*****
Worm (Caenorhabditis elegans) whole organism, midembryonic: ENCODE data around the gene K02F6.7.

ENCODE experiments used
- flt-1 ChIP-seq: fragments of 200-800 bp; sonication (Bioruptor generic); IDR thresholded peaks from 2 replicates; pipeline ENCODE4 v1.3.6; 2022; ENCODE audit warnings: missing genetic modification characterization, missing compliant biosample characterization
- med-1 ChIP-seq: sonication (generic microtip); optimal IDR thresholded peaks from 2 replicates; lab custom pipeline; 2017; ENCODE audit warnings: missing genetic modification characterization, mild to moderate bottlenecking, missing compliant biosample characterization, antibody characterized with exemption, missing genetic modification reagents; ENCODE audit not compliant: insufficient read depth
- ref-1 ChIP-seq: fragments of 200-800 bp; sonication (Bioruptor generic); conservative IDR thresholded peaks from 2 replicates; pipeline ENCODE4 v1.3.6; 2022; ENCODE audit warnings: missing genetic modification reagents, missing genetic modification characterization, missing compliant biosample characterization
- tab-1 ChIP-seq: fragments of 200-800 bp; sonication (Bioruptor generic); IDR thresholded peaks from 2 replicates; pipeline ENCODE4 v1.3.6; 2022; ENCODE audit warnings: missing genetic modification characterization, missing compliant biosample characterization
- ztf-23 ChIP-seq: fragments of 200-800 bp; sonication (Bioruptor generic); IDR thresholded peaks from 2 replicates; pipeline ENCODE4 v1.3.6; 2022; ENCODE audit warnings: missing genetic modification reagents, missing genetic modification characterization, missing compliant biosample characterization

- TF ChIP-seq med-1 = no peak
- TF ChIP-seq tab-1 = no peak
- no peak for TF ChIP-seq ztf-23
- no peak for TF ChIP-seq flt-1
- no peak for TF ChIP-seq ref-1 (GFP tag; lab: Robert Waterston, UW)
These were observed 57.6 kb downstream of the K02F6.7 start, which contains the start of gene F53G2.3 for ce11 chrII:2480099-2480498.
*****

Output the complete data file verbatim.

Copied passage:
Worm (Caenorhabditis elegans) whole organism, midembryonic: ENCODE data around the gene K02F6.7.

ENCODE experiments used
- flt-1 ChIP-seq: fragments of 200-800 bp; sonication (Bioruptor generic); IDR thresholded peaks from 2 replicates; pipeline ENCODE4 v1.3.6; 2022; ENCODE audit warnings: missing genetic modification characterization, missing compliant biosample characterization
- med-1 ChIP-seq: sonication (generic microtip); optimal IDR thresholded peaks from 2 replicates; lab custom pipeline; 2017; ENCODE audit warnings: missing genetic modification characterization, mild to moderate bottlenecking, missing compliant biosample characterization, antibody characterized with exemption, missing genetic modification reagents; ENCODE audit not compliant: insufficient read depth
- ref-1 ChIP-seq: fragments of 200-800 bp; sonication (Bioruptor generic); conservative IDR thresholded peaks from 2 replicates; pipeline ENCODE4 v1.3.6; 2022; ENCODE audit warnings: missing genetic modification reagents, missing genetic modification characterization, missing compliant biosample characterization
- tab-1 ChIP-seq: fragments of 200-800 bp; sonication (Bioruptor generic); IDR thresholded peaks from 2 replicates; pipeline ENCODE4 v1.3.6; 2022; ENCODE audit warnings: missing genetic modification characterization, missing compliant biosample characterization
- ztf-23 ChIP-seq: fragments of 200-800 bp; sonication (Bioruptor generic); IDR thresholded peaks from 2 replicates; pipeline ENCODE4 v1.3.6; 2022; ENCODE audit warnings: missing genetic modification reagents, missing genetic modification characterization, missing compliant biosample characterization

- TF ChIP-seq med-1 = no peak
- TF ChIP-seq tab-1 = no peak
- no peak for TF ChIP-seq ztf-23
- no peak for TF ChIP-seq flt-1
- no peak for TF ChIP-seq ref-1 (GFP tag; lab: Robert Waterston, UW)
These were observed 57.6 kb downstream of the K02F6.7 start, which contains the start of gene F53G2.3 for ce11 chrII:2480099-2480498.